Marcel Bleustein was born on August 21, 1906, to a family of Russian-Jewish emigrants in a suburb of Paris. Upon completing elementary school, the self-confessed mauvais élève started selling furniture in his father's business. There the foundations of his business savvy were set as he grew to relish the excitement of a successful sale. His dreams, however, were elsewhere, as he saw a future for himself in advertising. When his father criticized him for wanting to sell "nothing but air" the cocky youngster was quick to respond, "and what makes windmills go round?"
At the age of 20, Bleustein founded Publicis, joining the French words "publicité"(advertising) and "six," his lucky number. He set up a small office in a working-class neighborhood of Paris, later keeping the door of this office as a reminder of his humble beginnings. Seeking out his first clients, he went door to door presenting the benefits of advertising to skeptical listeners. His first breaks came through family friends: le Comptoir Cardinet, Lévitan furniture, Andr'hoes and Brunswick furs. The chance they took with him quickly paid off as their slogans became known all over France.
Soon after, he ambitiously set out to conquer the new media of the time: radio and cinema. He launched his own radio station, for which he invented the first advertising-sponsored programs, and also started selling advertising in cinemas. In 1938, he launched Régie-Presse, expanding into advertising space in newspapers.
World War II put an abrupt end to all professional activity. Fleeing to London, under the assumed name Blanchet, he joined General de Gaulle, and became press officer to General Koenig, the chief commander of the armed Resistance movement.
Returning to Paris after the Liberation, he became Bleustein-Blanchet. His radio station had been destroyed and commercial radio banned in France, but his determination remained resolute. In 1946, faced with the challenge of rebuilding from scratch, he reopened Publicis on the Champs Elysées, welcoming back his former clients. His staff grew from 20 to 200 over the course of 10 years.
In a country that was once mistrustful of the very idea of advertising, Bleustein-Blanchet was a pioneering figure in getting it recognized as a reputable industry. He set out to make ads that were honest and informative, putting the brand in touch with the consumer. In a pioneering move, he established France's first market research department and introduced George Gallup and Ernest Dichter's studies in opinion polling and motivation to advertising.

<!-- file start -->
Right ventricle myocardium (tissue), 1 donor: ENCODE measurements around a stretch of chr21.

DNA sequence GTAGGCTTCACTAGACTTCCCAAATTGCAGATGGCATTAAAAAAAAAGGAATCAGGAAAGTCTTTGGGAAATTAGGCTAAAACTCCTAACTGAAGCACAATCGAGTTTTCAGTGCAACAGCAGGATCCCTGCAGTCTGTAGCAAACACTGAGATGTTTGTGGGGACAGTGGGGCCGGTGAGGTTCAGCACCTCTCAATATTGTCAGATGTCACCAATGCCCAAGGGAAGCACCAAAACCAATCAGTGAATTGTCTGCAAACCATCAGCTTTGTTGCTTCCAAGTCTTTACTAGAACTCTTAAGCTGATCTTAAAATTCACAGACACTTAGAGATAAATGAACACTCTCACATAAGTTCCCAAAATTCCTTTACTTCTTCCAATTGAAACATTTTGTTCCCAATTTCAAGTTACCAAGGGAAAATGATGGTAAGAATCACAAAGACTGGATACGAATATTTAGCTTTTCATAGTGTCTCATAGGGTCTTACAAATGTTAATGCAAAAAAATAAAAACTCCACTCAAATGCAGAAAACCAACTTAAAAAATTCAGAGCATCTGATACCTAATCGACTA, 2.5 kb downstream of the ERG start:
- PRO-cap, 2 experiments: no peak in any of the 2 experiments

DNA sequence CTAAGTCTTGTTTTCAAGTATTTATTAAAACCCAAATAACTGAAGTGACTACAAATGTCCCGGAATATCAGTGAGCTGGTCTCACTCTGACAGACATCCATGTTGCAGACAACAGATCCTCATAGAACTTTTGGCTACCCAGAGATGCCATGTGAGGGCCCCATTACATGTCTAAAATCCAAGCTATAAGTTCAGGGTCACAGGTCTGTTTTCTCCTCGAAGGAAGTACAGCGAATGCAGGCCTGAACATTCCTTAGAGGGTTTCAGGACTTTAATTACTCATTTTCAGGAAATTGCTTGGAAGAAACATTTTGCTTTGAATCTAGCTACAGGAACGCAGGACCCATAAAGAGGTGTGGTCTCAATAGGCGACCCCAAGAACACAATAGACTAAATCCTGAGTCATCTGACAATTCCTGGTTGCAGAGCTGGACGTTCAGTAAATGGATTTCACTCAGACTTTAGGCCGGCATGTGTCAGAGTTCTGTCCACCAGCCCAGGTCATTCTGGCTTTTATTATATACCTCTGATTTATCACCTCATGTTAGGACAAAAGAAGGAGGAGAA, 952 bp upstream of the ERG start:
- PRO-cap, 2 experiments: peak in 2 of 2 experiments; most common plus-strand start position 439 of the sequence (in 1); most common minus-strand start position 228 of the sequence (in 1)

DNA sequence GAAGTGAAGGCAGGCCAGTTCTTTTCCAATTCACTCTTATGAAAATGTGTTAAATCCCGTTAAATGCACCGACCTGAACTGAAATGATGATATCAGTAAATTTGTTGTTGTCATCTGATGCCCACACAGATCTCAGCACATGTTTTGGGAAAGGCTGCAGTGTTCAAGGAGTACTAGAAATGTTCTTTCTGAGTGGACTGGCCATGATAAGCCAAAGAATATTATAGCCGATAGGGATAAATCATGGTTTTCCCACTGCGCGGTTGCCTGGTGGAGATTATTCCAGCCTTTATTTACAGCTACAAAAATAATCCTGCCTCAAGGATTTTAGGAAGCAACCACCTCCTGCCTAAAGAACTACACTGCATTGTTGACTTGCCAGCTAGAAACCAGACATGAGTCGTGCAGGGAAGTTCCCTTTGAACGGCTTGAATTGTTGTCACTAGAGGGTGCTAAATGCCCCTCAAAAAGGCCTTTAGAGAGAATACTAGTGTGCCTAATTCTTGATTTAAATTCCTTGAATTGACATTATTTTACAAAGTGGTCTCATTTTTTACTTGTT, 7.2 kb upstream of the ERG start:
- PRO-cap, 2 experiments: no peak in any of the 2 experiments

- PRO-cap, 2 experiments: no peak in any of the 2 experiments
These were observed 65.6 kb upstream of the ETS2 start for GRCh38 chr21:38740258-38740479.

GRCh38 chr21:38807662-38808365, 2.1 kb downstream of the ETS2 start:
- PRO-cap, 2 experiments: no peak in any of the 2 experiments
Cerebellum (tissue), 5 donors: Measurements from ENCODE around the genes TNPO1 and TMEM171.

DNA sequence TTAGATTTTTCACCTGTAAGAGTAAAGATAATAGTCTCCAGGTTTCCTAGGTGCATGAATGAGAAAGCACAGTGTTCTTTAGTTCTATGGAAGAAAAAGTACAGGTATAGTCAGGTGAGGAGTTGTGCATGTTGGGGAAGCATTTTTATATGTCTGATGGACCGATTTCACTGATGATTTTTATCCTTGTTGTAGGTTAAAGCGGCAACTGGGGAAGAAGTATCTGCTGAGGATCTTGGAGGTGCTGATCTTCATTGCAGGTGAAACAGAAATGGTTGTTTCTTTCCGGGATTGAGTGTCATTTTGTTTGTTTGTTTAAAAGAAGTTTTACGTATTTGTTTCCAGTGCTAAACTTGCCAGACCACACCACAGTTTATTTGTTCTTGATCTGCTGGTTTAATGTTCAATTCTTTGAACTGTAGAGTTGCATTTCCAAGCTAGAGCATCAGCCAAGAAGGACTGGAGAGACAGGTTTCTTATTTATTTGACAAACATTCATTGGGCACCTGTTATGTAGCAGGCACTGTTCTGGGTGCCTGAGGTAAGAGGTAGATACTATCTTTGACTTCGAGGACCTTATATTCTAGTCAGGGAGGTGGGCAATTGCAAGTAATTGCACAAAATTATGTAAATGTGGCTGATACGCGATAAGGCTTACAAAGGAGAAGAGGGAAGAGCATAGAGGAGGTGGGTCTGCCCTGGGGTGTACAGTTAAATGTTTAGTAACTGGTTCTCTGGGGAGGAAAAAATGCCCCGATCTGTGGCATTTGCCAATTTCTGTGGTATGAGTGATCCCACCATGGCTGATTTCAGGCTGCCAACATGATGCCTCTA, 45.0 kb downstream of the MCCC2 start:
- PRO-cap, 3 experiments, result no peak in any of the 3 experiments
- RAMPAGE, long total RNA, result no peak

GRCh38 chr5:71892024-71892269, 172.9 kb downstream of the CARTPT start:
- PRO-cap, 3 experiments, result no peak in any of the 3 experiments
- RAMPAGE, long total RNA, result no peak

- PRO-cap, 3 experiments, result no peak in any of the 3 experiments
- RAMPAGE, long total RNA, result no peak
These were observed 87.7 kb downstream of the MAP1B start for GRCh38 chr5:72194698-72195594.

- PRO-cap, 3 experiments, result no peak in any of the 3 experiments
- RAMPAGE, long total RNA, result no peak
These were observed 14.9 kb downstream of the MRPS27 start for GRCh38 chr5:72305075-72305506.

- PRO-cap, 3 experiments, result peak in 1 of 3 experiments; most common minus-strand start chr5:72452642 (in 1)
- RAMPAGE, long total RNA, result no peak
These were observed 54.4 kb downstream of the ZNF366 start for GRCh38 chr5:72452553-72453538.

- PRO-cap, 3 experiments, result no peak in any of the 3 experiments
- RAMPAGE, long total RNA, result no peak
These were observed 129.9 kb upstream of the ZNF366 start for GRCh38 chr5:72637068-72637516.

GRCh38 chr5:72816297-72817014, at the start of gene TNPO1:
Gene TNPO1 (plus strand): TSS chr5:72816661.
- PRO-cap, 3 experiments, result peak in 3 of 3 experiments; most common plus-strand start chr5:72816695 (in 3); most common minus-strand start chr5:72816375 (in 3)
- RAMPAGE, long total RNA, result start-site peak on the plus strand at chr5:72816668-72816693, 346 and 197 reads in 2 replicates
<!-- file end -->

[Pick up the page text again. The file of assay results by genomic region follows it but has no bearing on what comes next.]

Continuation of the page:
Bleustein-Blanchet's charisma and integrity, combined with hard work, propelled the company among the top French agencies. In 1954, Publicis won its first major international client, Colgate-Palmolive, followed by Nescafé—which would lead to a long-term relationship with Nestlé. In 1957, the agency moved to the top of the Champs Elysées right in front of the Arc de Triomphe. In 1958, Bleustein-Blanchet opened the first Publicis Drugstore in Paris. Two years later, as one of several philanthropic activities, Bleustein-Blanchet created the Fondation de la Vocation, to help disadvantaged young people.
On September 27, 1972, the Publicis headquarters went up in flames. The next morning, Bleustein-Blanchet went out onto a neighboring balcony to address his employees on the street below, boldly reassuring them that "Publicis will go on"
In 1987, Bleustein-Blanchet handed over the executive management of Publicis to Maurice Lévy. On April 21, 1996, when Marcel Bleustein-Blanchet passed away, the entire advertising profession, in France and in the USA, paid homage to the man considered to be the father of French advertising. His daughter Elisabeth Badinter took over as president of the Supervisory Board and built a genuine partnership with Lévy upon which Publicis Groupe's success developed.